Just recently however, we've had a situation where Erik wanted to buy a $84 Lego person I feel is overpriced, and if I paid for it, he might undervalue it, lose it, barter it, or cannibalise it for parts. He really wants it though. I really want him to value it - because even though it's material worth is incredibly small, it's retail worth is disproportionately high, but he won't feel that if I simply give it to him. So, I've compromised on the "chores for pocket money" issue and agreed that if he does the dishes every night, he will get a dollar. The catch is that if he doesn't willingly do the dishes, I can obligate him to do the dishes and NOT pay him (this is to get around the whole, "Well, I don't want that toy anymore so I don't have to contribute because you're not paying me")... Because Erik has a job, so does Luey. They can only have one job at a time though, and still need to contribute to other housework they'd normally do without demanding remuneration

Games Consoles - We've never had a games console in this house in 12 years of having children. We were never going to have one. All our friends have them for their kids - that works for them. My kids have occasionally played computer games on my PC - this has usually led to days and days on end of whining about getting back on the computer. While on the computer, they often squabble about who has had the most time to play and so on. Basically, nothing about how our children interact with computer games has ever encouraged us to want to invest in any kind of games console for our children.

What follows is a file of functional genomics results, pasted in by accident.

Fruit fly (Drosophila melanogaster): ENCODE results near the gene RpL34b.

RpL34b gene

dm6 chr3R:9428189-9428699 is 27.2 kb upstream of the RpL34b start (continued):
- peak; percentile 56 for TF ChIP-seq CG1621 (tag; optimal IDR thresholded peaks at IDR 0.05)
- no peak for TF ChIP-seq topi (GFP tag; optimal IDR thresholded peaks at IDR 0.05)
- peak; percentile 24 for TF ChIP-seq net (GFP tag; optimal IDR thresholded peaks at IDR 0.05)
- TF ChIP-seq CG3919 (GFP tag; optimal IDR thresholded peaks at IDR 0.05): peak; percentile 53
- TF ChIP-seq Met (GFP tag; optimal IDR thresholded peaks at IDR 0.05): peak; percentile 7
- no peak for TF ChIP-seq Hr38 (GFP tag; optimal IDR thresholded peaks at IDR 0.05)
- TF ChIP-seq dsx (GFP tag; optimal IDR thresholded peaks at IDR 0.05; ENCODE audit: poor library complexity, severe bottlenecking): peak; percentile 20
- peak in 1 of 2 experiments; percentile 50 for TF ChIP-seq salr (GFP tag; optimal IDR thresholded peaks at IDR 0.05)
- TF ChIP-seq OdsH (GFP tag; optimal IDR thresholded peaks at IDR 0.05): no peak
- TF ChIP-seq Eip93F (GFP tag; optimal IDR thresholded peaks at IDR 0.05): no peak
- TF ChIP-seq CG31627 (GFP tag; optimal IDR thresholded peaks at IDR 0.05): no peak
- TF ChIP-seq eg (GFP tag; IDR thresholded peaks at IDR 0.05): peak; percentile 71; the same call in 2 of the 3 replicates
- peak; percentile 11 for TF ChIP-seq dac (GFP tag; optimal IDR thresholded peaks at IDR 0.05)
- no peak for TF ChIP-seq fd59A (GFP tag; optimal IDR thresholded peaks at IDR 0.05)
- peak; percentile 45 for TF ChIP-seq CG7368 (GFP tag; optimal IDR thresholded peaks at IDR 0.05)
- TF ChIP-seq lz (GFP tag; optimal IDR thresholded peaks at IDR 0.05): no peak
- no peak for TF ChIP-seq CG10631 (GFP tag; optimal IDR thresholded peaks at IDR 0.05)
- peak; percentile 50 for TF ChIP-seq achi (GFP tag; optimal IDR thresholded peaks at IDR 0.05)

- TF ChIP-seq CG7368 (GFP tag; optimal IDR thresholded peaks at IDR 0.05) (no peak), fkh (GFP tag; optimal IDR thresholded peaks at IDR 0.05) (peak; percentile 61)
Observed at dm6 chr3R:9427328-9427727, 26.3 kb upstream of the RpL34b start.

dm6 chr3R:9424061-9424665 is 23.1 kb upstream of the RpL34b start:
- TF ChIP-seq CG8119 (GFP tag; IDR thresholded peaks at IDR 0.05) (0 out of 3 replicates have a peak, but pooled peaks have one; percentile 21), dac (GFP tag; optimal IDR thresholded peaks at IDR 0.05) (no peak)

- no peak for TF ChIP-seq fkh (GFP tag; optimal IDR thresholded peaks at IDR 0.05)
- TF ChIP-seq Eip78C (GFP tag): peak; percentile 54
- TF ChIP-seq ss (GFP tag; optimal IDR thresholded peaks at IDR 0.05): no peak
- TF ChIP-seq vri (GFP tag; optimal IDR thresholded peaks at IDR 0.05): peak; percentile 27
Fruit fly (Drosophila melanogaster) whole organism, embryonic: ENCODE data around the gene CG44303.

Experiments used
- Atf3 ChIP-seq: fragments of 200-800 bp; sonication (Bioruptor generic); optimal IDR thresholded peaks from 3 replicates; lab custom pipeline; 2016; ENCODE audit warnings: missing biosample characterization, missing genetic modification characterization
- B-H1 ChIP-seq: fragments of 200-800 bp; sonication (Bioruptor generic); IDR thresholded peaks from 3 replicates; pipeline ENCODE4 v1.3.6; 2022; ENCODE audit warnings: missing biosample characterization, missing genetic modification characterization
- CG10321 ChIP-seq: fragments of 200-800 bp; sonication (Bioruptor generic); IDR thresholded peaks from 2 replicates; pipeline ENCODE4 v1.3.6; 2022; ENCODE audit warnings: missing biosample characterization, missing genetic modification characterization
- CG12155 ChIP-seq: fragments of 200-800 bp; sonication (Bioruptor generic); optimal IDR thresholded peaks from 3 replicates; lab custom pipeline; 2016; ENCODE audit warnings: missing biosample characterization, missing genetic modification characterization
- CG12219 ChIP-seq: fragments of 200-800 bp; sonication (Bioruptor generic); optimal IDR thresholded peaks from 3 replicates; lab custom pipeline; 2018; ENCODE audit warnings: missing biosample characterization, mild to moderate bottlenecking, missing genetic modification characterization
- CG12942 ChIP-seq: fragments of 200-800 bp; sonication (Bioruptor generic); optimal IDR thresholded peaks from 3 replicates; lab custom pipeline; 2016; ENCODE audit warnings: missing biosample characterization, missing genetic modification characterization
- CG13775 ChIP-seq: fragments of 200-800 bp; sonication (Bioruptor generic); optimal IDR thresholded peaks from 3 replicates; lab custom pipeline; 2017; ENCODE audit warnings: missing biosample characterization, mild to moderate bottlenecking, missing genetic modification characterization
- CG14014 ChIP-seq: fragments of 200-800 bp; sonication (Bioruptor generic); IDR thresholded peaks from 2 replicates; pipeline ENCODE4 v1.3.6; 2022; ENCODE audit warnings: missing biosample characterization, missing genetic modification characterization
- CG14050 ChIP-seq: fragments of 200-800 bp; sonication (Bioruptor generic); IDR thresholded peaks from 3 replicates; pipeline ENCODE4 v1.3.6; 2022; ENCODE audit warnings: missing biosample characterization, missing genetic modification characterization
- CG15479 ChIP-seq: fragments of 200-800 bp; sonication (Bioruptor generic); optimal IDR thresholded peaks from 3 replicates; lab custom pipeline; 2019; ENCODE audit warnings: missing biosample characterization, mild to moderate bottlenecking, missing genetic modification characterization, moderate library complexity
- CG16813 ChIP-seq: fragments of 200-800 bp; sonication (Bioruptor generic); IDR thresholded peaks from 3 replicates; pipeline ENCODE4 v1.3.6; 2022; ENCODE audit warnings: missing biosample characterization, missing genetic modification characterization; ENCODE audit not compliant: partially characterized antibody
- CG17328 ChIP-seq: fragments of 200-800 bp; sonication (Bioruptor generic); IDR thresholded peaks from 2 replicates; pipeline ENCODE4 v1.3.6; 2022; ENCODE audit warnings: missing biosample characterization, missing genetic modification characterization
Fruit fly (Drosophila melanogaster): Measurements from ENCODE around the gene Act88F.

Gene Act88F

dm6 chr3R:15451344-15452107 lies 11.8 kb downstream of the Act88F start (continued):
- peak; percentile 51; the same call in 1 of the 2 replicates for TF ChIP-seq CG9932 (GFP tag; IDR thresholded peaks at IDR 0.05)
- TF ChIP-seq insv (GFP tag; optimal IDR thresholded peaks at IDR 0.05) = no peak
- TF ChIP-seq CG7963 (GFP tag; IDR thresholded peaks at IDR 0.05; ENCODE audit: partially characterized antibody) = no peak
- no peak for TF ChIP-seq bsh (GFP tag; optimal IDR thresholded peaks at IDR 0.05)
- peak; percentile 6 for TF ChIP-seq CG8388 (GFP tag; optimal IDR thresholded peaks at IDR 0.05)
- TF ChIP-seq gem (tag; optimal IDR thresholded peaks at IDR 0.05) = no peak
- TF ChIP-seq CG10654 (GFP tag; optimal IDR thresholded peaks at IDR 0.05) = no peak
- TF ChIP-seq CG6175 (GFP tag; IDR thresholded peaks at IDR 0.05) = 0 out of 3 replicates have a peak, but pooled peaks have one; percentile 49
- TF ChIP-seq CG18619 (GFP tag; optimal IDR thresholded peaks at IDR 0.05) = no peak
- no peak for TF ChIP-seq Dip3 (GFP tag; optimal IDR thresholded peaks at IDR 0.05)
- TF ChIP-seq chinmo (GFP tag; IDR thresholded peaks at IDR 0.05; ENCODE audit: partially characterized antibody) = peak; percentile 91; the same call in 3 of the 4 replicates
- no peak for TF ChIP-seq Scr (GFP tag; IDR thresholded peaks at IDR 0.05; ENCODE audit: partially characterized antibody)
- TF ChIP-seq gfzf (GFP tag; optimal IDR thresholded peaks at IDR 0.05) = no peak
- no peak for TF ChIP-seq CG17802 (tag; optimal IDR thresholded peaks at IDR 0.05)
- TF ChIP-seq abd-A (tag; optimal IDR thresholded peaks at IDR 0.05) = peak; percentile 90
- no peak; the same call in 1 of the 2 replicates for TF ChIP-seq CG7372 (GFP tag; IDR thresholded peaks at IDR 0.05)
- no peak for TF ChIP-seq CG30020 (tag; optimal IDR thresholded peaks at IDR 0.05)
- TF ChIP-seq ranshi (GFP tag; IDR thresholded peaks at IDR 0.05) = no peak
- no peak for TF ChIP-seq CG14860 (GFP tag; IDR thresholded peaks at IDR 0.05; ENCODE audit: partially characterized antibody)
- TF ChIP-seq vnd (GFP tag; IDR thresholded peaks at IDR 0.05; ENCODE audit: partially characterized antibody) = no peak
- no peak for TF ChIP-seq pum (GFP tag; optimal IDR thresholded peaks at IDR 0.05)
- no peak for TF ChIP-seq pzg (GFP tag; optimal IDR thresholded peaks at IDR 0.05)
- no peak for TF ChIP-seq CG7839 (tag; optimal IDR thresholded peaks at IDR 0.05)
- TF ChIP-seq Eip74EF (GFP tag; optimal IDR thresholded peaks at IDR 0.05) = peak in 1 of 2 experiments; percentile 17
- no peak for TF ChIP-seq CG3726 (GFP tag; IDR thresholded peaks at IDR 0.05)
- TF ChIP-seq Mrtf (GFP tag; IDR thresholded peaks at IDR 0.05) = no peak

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Soon I'm intending on buying each of the bigger boys (Erik, Luey and Buddha) an iPod touch. I'm getting these so the boys will have something to occupy them when they are in the family car and the Grumpy Old Man is driving. I'm desperately hoping having one each of these thingy-majigs will subdue them into silent awe (either listening to music, listening to stories, watching movies or playing games), so the Grumpy Old Man doesn't get distracted while driving.

I can't tell you how much I worry that I'll regret this latest compromise. Yes, the older two will be 12 and 10 when they get consoles, but Buddha will only be almost 6. He'll grow up taking games consoles for granted. I'm uncomfortable with that idea - just as I was uncomfortable with Erik going to school. However, I'm more uncomfortable with the idea of the boys mucking around in the back of the car, or squabbling, and the Grumpy Old Man becoming distracted and us all ending up dead...

So, the compromise wins.

What parenting compromises have you made, and have any made you squirm?